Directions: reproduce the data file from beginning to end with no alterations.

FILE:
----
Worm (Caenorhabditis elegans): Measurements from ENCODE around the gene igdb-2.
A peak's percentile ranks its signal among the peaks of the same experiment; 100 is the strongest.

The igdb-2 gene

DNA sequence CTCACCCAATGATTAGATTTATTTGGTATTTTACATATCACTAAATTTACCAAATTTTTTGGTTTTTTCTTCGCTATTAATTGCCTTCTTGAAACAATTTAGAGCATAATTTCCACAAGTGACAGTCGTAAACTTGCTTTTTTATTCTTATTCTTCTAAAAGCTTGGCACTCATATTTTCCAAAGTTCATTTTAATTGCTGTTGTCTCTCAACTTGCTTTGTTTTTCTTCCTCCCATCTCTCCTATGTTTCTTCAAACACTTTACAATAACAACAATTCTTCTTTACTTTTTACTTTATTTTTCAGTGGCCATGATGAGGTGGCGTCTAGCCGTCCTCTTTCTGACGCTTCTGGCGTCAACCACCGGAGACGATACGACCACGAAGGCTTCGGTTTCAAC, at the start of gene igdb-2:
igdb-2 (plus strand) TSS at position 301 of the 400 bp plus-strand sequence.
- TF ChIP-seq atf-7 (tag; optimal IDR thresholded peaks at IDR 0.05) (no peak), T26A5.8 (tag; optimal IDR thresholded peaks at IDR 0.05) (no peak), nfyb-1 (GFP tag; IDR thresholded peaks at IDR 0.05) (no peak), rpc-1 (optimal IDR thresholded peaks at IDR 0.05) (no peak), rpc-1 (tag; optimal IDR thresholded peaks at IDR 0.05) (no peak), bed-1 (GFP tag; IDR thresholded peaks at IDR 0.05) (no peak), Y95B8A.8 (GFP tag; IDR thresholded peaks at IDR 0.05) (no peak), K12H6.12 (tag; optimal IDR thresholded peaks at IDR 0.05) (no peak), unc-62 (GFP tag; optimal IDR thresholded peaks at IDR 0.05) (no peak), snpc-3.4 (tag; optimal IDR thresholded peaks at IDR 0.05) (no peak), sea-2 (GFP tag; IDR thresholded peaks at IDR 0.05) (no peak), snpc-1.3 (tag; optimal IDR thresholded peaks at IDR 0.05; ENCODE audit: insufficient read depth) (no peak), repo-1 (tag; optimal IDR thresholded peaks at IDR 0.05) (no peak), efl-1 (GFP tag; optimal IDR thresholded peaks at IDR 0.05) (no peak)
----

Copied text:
Worm (Caenorhabditis elegans): Measurements from ENCODE around the gene igdb-2.
A peak's percentile ranks its signal among the peaks of the same experiment; 100 is the strongest.

The igdb-2 gene

DNA sequence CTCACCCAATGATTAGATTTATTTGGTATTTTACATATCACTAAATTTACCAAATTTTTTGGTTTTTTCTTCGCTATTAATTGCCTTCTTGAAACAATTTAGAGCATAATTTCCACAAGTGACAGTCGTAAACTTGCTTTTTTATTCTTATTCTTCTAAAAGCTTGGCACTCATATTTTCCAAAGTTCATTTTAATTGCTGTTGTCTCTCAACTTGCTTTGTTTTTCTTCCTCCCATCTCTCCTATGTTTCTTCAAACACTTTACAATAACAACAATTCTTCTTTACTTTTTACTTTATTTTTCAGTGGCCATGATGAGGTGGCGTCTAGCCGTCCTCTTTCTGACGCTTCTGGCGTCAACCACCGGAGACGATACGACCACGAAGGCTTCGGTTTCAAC, at the start of gene igdb-2:
igdb-2 (plus strand) TSS at position 301 of the 400 bp plus-strand sequence.
- TF ChIP-seq atf-7 (tag; optimal IDR thresholded peaks at IDR 0.05) (no peak), T26A5.8 (tag; optimal IDR thresholded peaks at IDR 0.05) (no peak), nfyb-1 (GFP tag; IDR thresholded peaks at IDR 0.05) (no peak), rpc-1 (optimal IDR thresholded peaks at IDR 0.05) (no peak), rpc-1 (tag; optimal IDR thresholded peaks at IDR 0.05) (no peak), bed-1 (GFP tag; IDR thresholded peaks at IDR 0.05) (no peak), Y95B8A.8 (GFP tag; IDR thresholded peaks at IDR 0.05) (no peak), K12H6.12 (tag; optimal IDR thresholded peaks at IDR 0.05) (no peak), unc-62 (GFP tag; optimal IDR thresholded peaks at IDR 0.05) (no peak), snpc-3.4 (tag; optimal IDR thresholded peaks at IDR 0.05) (no peak), sea-2 (GFP tag; IDR thresholded peaks at IDR 0.05) (no peak), snpc-1.3 (tag; optimal IDR thresholded peaks at IDR 0.05; ENCODE audit: insufficient read depth) (no peak), repo-1 (tag; optimal IDR thresholded peaks at IDR 0.05) (no peak), efl-1 (GFP tag; optimal IDR thresholded peaks at IDR 0.05) (no peak)